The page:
However the work of government must continue; someone must do the work. If the populist leader sacks the elite who used to do this, he has to replace them with new people. Naturally they will be his supporters because his rule is the popular will and he isn't going to appoint people who are opposed to the popular will.

Likewise any legal restrictions on the leader's power are illegitimate because they were put in place by the old elite in order to shackle the will of the people, and enforced by a judiciary who are part of that old elite; as a true representative of the real popular will, the populist leader has the moral authority to sack the judges and override or repeal the laws, and since his supporters now run the government he has the practical authority to do so as well.

Hence it is a short step from being populist to being a straightforward dictator who abolishes the rule of law.

So to answer the question, the opposite of "populist" is "liberal democracy under the rule of law".

  • 1
    You start to make the point that the opposite is 'the elite', only to totally derail in the next paragraph with claims about dictatorship.
    – Sjoerd
    Commented Nov 23, 2018 at 8:08
  • No, a populist stands in opposition to the "elite" (as defined by the populist). The trouble is that once in power the populist must either work with the elite they once opposed (and thereby become one of them) or else throw them out along with the rules and processes by which they worked. The latter is what I was talking about. Commented Nov 23, 2018 at 8:11
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    None of which require the populist to become a dictator. Voting, referenda, and deregulation would work as well, as the 'common people' are, well, common, while the 'elite' is a minority by definition.
    – Sjoerd
    Commented Nov 23, 2018 at 8:21
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    @Sjoerd Should your local water company cut its prices, invest more in water purification, or invest more in sewage treatment? If the decision is to build a new sewage treatment works, where should it be built? How will "voting, referenda and deregulation" help make this kind of decision? Commented Nov 23, 2018 at 8:34
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    @PaulJohnson You are either ignoring or lacking knowledge in the democratic systems through History. Democracy has always been direct until 19th century. Even during 18th century, both French and English intellectuals supporting revolution knew that, and they never intended to build Democracy. If you can read french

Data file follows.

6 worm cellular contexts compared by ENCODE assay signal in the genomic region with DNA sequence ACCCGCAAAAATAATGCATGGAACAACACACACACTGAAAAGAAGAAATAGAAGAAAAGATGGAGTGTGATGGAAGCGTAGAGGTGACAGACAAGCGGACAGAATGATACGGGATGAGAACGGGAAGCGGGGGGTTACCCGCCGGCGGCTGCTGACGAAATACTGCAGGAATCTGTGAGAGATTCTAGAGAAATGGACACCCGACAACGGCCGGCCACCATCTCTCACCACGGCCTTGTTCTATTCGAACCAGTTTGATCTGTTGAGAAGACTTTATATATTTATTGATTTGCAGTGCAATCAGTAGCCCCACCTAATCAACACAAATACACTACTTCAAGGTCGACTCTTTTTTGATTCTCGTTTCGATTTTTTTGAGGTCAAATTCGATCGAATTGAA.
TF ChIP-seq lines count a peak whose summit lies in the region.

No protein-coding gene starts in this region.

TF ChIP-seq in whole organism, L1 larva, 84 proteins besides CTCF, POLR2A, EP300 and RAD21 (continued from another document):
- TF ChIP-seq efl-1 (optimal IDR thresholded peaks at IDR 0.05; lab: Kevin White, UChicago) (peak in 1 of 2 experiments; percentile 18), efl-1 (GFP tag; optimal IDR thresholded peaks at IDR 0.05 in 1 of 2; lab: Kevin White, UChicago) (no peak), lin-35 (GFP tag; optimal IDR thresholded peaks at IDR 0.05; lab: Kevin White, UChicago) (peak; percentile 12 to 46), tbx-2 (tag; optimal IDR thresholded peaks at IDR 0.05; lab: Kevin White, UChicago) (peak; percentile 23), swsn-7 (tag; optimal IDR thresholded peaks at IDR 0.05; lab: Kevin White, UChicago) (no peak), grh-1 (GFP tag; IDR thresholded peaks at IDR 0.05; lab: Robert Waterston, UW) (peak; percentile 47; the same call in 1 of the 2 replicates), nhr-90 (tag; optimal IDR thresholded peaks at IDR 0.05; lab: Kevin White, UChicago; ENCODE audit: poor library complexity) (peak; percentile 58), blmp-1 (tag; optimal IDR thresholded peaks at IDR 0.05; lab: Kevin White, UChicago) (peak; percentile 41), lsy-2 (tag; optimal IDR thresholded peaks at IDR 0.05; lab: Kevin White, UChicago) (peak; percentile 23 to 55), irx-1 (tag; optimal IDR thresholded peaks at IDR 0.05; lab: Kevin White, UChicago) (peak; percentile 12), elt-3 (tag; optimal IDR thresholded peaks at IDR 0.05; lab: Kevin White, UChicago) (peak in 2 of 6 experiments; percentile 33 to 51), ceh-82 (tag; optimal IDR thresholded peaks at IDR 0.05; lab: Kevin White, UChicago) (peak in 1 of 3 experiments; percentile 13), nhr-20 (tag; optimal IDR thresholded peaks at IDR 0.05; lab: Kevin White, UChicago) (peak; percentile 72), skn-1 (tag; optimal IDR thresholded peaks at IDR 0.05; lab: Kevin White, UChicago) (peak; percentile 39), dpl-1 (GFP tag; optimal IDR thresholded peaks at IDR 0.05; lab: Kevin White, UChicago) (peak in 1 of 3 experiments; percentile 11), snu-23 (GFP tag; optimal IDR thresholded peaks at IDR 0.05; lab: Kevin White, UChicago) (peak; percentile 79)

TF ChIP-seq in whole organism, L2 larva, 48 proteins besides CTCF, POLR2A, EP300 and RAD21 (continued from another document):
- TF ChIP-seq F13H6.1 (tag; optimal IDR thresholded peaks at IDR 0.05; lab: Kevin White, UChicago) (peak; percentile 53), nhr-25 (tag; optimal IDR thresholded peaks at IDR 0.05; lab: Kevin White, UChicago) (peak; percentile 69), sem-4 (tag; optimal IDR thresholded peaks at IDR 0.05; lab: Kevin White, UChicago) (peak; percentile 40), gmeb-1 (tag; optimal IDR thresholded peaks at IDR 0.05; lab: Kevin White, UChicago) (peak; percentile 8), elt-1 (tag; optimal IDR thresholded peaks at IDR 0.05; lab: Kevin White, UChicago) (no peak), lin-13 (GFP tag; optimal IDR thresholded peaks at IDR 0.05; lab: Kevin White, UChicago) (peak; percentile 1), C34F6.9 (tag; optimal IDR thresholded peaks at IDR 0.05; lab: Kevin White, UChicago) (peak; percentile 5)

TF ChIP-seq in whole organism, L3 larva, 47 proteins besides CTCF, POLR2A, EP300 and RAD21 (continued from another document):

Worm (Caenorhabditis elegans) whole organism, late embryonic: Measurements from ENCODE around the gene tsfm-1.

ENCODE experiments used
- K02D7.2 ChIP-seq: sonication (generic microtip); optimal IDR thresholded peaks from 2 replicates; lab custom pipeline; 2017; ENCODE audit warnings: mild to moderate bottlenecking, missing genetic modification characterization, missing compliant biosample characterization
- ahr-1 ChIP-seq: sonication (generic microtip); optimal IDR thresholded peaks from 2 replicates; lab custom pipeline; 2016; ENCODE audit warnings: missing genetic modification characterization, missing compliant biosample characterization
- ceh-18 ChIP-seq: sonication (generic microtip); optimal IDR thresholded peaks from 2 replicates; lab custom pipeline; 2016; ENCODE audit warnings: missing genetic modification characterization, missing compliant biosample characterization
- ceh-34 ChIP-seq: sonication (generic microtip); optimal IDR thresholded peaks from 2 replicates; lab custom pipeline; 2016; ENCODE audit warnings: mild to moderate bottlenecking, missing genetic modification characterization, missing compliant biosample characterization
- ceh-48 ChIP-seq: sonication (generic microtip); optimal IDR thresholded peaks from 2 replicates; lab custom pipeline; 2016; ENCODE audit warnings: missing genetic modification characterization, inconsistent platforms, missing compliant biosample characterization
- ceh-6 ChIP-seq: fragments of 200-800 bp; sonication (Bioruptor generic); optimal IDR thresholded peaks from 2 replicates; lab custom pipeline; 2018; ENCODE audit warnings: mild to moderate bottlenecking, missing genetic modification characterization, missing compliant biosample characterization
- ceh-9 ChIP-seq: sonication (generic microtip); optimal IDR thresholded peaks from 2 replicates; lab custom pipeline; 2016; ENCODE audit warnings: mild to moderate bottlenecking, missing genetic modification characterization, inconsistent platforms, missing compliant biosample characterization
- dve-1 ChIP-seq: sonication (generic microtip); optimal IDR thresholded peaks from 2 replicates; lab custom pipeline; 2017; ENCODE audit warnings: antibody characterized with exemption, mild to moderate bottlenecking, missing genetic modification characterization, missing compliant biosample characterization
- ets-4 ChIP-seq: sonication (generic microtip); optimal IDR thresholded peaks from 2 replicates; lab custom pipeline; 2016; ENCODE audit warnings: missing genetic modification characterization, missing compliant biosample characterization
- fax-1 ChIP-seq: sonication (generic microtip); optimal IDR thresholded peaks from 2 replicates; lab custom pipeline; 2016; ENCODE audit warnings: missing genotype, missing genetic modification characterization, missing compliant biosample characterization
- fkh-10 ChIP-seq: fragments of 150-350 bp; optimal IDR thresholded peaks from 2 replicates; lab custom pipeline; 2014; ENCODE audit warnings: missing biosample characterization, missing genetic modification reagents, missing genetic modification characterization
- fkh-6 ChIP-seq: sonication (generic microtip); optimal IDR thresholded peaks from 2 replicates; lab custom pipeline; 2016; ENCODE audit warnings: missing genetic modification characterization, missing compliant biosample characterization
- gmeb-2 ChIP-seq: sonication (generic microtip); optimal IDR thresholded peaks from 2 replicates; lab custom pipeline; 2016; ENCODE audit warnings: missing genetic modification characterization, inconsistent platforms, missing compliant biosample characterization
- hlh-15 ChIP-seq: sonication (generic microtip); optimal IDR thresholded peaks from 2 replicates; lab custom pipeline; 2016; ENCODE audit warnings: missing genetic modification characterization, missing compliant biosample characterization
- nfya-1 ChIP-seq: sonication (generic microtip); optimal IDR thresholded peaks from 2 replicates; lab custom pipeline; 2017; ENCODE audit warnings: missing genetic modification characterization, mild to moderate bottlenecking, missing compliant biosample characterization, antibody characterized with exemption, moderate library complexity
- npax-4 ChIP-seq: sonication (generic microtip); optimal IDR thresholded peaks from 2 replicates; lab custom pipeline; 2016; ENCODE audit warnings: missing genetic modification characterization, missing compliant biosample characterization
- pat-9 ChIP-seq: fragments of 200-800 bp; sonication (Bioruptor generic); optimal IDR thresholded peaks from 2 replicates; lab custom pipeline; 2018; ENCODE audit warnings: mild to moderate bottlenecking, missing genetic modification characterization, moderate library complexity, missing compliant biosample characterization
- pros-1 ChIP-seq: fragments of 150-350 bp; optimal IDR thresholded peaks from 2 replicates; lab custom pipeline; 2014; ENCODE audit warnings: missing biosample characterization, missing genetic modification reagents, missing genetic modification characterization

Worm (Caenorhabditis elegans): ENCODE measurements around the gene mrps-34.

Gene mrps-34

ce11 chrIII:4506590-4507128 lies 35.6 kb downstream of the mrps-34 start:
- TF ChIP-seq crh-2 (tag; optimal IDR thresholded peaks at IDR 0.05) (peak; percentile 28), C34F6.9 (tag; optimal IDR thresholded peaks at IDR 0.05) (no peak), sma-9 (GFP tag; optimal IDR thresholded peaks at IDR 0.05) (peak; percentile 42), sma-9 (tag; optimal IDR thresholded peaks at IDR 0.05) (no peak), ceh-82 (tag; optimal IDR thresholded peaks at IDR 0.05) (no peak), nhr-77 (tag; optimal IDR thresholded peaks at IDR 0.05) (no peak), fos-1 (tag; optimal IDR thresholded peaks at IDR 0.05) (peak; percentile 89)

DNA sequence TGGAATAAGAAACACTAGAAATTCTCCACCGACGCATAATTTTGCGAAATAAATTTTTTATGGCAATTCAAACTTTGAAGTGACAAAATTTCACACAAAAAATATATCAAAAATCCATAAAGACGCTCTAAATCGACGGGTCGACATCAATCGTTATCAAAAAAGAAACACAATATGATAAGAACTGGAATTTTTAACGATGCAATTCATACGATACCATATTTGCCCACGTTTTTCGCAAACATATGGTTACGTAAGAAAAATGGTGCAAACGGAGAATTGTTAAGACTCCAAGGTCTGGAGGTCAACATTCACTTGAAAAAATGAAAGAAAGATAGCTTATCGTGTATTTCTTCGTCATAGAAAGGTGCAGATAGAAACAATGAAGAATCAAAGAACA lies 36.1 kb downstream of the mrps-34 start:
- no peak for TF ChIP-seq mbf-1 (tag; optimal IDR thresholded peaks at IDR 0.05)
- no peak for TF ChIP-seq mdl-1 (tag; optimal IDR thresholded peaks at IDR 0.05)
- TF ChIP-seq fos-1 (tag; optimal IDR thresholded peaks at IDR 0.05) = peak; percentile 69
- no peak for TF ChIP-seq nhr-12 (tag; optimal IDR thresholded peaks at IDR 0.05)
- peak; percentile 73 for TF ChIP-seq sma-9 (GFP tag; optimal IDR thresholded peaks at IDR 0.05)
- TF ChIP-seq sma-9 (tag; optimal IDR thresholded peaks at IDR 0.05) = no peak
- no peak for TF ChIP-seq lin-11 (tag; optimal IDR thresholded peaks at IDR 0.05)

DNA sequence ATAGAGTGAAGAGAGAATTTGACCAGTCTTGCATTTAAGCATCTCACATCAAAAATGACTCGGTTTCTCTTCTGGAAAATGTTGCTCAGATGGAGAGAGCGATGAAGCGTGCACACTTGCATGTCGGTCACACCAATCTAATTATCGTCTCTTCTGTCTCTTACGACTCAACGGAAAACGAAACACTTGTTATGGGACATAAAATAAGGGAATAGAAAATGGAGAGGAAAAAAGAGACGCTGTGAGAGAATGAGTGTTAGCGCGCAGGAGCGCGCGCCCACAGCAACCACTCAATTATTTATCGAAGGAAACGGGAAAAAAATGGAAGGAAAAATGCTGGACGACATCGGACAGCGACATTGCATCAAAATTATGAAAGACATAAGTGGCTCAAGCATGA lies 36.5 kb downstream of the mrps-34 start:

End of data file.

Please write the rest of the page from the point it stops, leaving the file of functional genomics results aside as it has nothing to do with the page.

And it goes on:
– P.Manthe
    Commented Nov 26, 2018 at 5:07

I tend to agree with Samuel Russel's answer: populism is a label which has no clear political definition. If we were to follow the meaning of the word, it should entail that populist leaders defend the "normal people" against some form of elite (as suggested in Sjoerd's answer). Sure, this is what these leaders say to their voters, but this does not describe the political reality when these politicians come in power (for instance Trump's cabinet is made of a wealthy elite).

But when looking at the persons labelled as populists by the Guardian and the values that they defend, one may realize that there is nothing new here; and the more standard word for these values is extreme-right/left or far-right/left.

By definition, extreme parties reject the traditional political "game". They define themselves as more or less revolutionary compared to the "old guard". Thus to describe the opposite of "populism", I would suggest to use terms such as moderate, center or traditional politics.

Side note: I think using the word populism for these movements is a convenient but misleading way to represent the fact that there is a surge on both (extreme) sides of the political spectrum (though the extreme-right side has been much more successful so far). It is misleading because in terms of ideas there's little in common between the two; it also prevents using the appropriate terms for describing the extreme-right movement: ultra-nationalism and authoritarianism. In this case the opposites are well known: liberal and democratic.

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    I would say "populist X" are more often "mainstream X" than "extreme X". Extremists are very often anti-populists, because they demand radical changes people are not (yet) convinced of. Even their ideology may be based on that. For example, revolutionary communists saw themselves as the vanguard that led the people to communism, instead of listening to them. Commented Nov 26, 2018 at 4:10